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South PacificParadise Rewritten$
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Jim Lovensheimer

Print publication date: 2010

Print ISBN-13: 9780195377026

Published to Oxford Scholarship Online: September 2010

DOI: 10.1093/acprof:oso/9780195377026.001.0001

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You’ve Got to Be Carefully Rewritten

You’ve Got to Be Carefully Rewritten

The Distillation of Racial Intolerance

(p.82) 5 You’ve Got to Be Carefully Rewritten
South Pacific

Jim Lovensheimer

Oxford University Press

After a preliminary discussion of race and World War II that draws from historian Micahel Bess’s work on the subject, this chapter demonstrates how Hammerstein repeatedly subdued South Pacific’s criticism of prejudice throughout the creative process. Beginning with an examination of Nellie Forbush and what her background in 1930s prewar rural Arkansas would have been, the chapter moves on to reveal how Hammerstein retained her prejudice while making it increasingly less abrasive than it was in James A. Michener’s Tales of the South Pacific. Attention is then shifted to Joe Cable, whose grappling with prejudice provides the musical’s tragic subplot. Act 2, scene 4, the musical’s climactic scene, is analyzed in its many manifestations indicated by the numerous drafts and sketch studies for it found among Hammerstein’s papers. While some representations of race in the musical remain problematic—references to the Japanese enemy and the characterization of island women, for example—this chapter demonstrates Hammerstein’s ongoing commitment to racial equality and tolerance that anticipate the American civil rights movement.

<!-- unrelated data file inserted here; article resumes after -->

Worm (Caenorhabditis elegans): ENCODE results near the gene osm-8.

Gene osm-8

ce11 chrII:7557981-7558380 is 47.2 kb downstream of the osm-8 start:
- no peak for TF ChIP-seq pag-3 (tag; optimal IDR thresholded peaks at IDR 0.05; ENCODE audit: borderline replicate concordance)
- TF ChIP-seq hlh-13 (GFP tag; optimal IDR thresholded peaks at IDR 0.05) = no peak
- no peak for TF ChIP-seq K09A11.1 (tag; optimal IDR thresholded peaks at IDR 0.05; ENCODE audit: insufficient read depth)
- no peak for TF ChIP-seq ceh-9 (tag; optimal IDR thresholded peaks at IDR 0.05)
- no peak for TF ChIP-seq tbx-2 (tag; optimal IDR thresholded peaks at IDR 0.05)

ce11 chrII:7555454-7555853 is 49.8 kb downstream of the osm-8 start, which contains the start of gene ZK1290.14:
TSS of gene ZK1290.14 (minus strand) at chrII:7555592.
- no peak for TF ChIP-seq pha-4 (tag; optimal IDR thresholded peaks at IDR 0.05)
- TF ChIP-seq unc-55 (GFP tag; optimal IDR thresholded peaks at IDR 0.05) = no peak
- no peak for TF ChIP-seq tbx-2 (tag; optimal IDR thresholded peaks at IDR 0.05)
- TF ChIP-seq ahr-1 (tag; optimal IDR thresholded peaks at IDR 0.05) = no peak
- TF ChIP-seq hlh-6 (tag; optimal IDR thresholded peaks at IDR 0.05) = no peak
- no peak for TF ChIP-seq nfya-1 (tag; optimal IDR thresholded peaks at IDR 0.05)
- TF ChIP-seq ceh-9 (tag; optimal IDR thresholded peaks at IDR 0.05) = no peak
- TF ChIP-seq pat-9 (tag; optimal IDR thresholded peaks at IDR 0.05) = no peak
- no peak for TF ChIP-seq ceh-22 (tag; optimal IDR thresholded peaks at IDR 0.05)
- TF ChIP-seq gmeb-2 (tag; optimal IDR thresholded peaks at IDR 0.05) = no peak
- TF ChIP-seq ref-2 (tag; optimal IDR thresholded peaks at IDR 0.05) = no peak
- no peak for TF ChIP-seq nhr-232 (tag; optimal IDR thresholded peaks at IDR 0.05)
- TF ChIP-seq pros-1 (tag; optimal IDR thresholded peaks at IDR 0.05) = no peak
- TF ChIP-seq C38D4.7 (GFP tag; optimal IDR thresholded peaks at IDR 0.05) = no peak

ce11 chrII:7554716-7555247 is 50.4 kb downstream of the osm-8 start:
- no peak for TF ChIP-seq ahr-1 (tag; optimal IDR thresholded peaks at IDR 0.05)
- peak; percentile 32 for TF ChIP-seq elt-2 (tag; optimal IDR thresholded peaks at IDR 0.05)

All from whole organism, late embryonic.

Keywords:   Hammerstein, South Pacific, James A. Michener, Tales of the South Pacific, Michael Bess, American civil rights movement, racial equality, sketch studies

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